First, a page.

Marjorie Taylor Greene had promoted baseless QAnon conspiracy theories and endorsed violence against Democrats.

Before the vote, she said she regretted her views, which included claims that school shootings and 9/11 were staged.

Eleven Republicans joined the Democrats to pass the motion by 230-199.

It means the representative – who was elected in November, representing a district in the southern state of Georgia – cannot take up her place on the education and budget committees.

This would limit her ability to shape policy as most legislation goes through a committee before reaching the House floor. Committee positions can determine the influence of individual lawmakers in their party.

It is highly unusual for one party to intervene in another party’s House committee assignments.

On Friday, Mrs Greene said that she woke up “laughing” at the situation.

“I woke up early this morning literally laughing thinking about what a bunch of morons the Democrats are for giving some one like me free time,” she tweeted, referencing the 11 Republicans who also voted to remove her.

At a news conference in Washington hours later, Mrs Greene said that Democrats had “stripped my district of their voice” by removing her from the committees.

Republicans Supporting Donald Trump In The 2016 Presidential Election

Elected officials’ positions on Donald Trump
Federal:Republicans and their declared positions on Donald TrumpRepublicans supporting Donald TrumpRepublicans opposing Donald Trump
State and local:
See also: Republicans and their declared positions on Donald Trump

In a typical general election year, elected officials readily line up behind their party’s presidential nominee. In 2012, for example, The Hill reported that only four Republican members of Congress had declined to endorse Mitt Romney by mid-September of that year. “All other House and Senate Republicans” had already endorsed the Republican nominee.

But 2016 was not a typical general election year.

Controversial comments from the GOP’s 2016 nominee, Donald Trump, about women, Muslims, , and caused some Republican lawmakers to distance themselves from the businessman, while others outright denounced him.

This page tracked Republican lawmakers who openly declared their support for Trump during the 2016 presidential election.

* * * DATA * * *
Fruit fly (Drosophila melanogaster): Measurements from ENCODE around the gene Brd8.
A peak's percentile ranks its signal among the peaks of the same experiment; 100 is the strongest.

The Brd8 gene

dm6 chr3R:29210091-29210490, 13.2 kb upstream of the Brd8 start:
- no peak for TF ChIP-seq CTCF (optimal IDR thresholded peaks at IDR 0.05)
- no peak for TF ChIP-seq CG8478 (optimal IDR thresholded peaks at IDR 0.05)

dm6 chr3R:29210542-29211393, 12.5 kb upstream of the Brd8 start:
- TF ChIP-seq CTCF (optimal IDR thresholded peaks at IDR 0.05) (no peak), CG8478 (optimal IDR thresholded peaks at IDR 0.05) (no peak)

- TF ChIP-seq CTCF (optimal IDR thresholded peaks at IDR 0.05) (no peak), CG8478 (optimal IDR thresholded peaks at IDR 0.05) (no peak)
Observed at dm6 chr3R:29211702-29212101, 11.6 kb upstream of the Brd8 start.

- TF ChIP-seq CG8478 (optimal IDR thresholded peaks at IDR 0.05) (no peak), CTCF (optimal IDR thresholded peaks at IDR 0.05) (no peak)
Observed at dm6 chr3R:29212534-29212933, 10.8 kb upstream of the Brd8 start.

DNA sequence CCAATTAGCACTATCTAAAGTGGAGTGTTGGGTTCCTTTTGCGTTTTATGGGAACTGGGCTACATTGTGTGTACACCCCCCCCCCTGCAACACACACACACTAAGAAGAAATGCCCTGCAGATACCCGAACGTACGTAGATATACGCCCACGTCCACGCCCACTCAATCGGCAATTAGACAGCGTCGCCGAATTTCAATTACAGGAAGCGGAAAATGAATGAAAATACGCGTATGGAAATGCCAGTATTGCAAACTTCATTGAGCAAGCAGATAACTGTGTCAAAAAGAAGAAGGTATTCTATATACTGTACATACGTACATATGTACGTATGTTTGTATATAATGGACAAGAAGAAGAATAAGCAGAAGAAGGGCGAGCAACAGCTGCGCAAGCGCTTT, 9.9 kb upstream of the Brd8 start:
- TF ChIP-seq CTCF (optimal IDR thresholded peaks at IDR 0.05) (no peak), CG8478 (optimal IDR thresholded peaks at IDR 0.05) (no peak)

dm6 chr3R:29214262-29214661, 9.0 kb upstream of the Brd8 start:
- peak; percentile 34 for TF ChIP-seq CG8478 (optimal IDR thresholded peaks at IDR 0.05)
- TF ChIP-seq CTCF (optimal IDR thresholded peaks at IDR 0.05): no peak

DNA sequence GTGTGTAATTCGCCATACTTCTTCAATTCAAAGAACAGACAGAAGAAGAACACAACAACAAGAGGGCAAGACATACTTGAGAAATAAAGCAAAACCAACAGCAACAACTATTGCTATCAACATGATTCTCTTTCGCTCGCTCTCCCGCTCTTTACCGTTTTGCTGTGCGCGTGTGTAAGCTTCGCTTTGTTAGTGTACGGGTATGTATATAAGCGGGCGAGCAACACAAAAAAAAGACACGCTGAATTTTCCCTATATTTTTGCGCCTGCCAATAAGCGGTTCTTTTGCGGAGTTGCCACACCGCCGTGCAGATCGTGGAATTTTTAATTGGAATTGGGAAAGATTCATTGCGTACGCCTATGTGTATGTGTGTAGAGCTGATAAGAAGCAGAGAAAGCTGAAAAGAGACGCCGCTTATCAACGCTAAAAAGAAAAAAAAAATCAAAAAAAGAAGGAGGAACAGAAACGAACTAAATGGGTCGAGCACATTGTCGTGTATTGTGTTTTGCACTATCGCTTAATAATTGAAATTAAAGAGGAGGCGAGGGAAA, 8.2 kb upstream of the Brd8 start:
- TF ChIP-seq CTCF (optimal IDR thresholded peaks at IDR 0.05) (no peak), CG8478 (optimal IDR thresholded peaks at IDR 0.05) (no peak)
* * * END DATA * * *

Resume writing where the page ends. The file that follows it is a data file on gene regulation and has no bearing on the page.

More Than 150 House Democrats Support Starting An Impeachment Process

In total, 145 Democrats have backed impeachment as of Monday night, The Washington Post reported. That number is in the 150s as of Tuesday morning. However, some Democrats believe that some Republicans also need to get on board before impeachment can proceed.

Seven freshman Democrats wrote an op-ed in The Washington Post saying that impeachment is necessary if the allegations are true. These were all in the House. They are:

  • Rep. Gil Cisneros of California
  • Rep. Jason Crow of Colorado
  • Rep. Chrissy Houlahan of Pennsylvania
  • Rep. Elaine Luria of Virginia
  • Rep. Mikie Sherrill of New Jersey
  • Rep. Elissa Slotkin of Michigan
  • Rep. Abigail Spanberger of Virginia

In addition, the following Democratic House members have recently publicly supported calls for impeachment:

  • Rep. Dean Phillips
  • Rep. Rosa L. DeLauro
  • Rep. Adam Schiff, the House Intelligence Committee Chairman, said impeachment “may be the only remedy” if the Ukraine reports are true
  • Rep. Brad Sherman

If all 435 House members vote, they would need 218 votes for a majority to be reached and for Trump to be impeachedThere are 235 Democrats in office in the House, one Independent, and 199 Republicans.

NBC News counted a total of 134 Democrats who said they would support starting an impeachment inquiry process back in May. Now after the Ukraine news, CNN notes there are 151 Democrats calling for impeachment inquiries. Here’s the full list below. The names with asterisks next to them also called for impeachment in May.

Republicans Vote Against Measure; Bill Faces Uphill Fight In Senate

In this Jan. 6 file photo, supporters of then-President Donald Trump try to break through a police barrier at the Capitol in Washington.

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WASHINGTON — Thirty-five House Republicans joined Democrats Wednesday in voting to create a bipartisan commission to investigate the Jan. 6 attack on the Capitol, risking the wrath of former President Donald Trump and flouting GOP leaders who condemned the proposal as unfairly partisan and unneeded.

Modeled after the investigation into the Sept. 11, 2001, attacks, the legislation would establish an independent, 10-member commission that would make recommendations by the end of the year for securing the Capitol and preventing another insurrection. It passed the House 252-175.

The Republican mavericks were led by New York Rep. John Katko, who wrote the measure with Homeland Security Committee Chairman Bennie Thompson, D-Miss. Katko, that panel’s top Republican, was battling two tides that have overwhelmed Congress in recent years: the nearly overwhelming potency Trump still has among Republicans and a jagged-edged partisanship that often confounds even mundane legislation.